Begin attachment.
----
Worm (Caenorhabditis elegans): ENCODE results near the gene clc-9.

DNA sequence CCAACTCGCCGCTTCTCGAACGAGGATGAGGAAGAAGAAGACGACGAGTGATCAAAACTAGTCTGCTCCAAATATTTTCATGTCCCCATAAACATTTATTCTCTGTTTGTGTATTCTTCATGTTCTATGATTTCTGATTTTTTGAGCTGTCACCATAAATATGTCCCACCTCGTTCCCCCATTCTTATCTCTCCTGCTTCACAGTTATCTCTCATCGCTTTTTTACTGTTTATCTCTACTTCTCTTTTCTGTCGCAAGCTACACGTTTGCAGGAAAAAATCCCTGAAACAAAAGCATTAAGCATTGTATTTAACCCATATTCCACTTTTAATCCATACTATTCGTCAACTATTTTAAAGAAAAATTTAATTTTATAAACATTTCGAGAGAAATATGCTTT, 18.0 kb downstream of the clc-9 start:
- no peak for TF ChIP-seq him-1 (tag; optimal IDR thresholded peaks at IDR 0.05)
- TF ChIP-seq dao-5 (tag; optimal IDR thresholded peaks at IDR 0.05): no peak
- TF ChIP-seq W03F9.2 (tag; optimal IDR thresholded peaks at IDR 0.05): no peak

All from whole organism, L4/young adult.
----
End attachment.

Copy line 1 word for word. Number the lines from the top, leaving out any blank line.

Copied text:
Worm (Caenorhabditis elegans): ENCODE results near the gene clc-9.